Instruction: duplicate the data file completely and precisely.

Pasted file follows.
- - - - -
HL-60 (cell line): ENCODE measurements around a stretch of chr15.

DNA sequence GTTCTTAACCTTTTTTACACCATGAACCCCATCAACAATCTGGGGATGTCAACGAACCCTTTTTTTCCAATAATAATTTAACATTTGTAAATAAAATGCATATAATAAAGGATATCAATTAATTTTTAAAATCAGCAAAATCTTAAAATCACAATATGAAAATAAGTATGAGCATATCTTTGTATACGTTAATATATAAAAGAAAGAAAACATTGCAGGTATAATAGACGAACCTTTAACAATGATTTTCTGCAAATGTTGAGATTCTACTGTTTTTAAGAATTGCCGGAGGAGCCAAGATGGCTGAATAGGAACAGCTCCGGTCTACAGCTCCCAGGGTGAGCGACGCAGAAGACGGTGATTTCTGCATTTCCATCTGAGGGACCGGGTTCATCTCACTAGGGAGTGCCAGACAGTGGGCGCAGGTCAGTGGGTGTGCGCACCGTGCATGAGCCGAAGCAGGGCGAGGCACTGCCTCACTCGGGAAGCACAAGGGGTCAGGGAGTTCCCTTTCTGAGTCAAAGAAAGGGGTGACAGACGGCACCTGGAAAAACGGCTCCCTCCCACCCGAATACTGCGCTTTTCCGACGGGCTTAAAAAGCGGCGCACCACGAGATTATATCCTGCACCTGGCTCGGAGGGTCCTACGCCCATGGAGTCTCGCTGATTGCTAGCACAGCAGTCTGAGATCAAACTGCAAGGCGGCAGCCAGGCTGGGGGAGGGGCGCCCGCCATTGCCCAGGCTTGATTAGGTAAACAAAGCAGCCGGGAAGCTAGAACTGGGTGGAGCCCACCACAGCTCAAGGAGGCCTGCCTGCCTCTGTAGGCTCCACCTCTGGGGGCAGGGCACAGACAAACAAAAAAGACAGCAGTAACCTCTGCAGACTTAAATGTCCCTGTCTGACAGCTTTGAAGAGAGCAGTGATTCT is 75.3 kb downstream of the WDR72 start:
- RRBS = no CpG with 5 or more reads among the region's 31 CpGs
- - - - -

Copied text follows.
HL-60 (cell line): ENCODE measurements around a stretch of chr15.

DNA sequence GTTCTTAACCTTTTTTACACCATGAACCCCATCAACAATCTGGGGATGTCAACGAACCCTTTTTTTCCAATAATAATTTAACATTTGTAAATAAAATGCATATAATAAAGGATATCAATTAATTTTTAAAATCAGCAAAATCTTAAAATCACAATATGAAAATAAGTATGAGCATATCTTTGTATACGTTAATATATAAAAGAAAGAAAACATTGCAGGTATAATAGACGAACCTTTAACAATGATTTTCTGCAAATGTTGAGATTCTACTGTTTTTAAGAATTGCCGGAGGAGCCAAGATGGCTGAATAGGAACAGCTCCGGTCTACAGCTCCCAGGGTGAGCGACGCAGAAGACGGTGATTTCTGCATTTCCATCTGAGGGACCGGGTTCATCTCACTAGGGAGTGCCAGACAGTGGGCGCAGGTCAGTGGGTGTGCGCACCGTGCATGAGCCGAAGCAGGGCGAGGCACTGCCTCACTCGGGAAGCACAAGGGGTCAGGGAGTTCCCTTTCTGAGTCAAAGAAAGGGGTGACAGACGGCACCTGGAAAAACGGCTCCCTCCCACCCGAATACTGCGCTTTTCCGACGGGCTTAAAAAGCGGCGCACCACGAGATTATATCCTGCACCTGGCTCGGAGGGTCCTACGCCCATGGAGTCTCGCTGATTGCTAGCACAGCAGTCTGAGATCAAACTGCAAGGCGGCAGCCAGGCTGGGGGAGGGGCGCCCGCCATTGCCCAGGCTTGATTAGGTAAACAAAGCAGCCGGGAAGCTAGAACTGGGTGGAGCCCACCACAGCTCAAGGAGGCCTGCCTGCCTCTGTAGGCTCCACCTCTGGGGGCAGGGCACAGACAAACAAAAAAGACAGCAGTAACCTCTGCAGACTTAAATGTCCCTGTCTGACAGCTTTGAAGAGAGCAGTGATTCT is 75.3 kb downstream of the WDR72 start:
- RRBS = no CpG with 5 or more reads among the region's 31 CpGs